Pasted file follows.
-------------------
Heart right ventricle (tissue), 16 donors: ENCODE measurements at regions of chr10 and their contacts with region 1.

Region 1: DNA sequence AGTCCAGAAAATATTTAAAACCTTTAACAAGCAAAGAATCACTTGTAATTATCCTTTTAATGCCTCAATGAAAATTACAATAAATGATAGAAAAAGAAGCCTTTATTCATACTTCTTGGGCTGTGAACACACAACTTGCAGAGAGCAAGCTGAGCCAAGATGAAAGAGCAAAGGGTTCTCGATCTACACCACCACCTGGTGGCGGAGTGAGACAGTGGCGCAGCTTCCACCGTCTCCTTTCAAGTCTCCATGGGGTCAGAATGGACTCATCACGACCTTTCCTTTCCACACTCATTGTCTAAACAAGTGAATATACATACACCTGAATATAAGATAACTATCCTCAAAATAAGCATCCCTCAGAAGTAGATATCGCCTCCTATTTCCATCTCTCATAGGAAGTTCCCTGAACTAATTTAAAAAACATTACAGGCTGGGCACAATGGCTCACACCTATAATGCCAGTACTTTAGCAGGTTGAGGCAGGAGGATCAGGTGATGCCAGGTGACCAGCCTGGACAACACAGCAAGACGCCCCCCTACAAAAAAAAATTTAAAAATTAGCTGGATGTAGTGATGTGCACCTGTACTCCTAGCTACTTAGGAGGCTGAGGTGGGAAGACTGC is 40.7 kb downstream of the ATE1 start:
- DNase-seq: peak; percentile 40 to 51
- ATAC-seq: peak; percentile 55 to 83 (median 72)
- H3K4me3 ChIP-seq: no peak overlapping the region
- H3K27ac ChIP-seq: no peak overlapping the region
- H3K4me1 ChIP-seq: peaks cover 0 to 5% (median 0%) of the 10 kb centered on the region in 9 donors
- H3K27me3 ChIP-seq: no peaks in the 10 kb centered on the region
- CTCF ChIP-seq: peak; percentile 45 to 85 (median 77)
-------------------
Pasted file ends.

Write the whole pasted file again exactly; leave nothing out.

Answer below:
Heart right ventricle (tissue), 16 donors: ENCODE measurements at regions of chr10 and their contacts with region 1.

Region 1: DNA sequence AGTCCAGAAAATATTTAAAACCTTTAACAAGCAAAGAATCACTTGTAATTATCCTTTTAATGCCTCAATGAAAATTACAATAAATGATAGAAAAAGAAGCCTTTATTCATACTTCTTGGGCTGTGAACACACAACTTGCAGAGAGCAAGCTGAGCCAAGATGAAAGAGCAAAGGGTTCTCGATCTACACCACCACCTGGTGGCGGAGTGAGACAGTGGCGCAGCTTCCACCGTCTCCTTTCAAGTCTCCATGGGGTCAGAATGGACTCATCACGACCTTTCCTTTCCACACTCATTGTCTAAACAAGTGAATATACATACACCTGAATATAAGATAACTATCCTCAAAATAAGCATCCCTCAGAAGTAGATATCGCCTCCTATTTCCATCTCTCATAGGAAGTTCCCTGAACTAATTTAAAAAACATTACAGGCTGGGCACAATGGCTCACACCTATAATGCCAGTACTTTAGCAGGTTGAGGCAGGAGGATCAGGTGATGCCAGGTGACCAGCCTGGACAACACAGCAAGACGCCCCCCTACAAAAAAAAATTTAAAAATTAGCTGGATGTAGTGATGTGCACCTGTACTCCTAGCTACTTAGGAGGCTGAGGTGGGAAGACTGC is 40.7 kb downstream of the ATE1 start:
- DNase-seq: peak; percentile 40 to 51
- ATAC-seq: peak; percentile 55 to 83 (median 72)
- H3K4me3 ChIP-seq: no peak overlapping the region
- H3K27ac ChIP-seq: no peak overlapping the region
- H3K4me1 ChIP-seq: peaks cover 0 to 5% (median 0%) of the 10 kb centered on the region in 9 donors
- H3K27me3 ChIP-seq: no peaks in the 10 kb centered on the region
- CTCF ChIP-seq: peak; percentile 45 to 85 (median 77)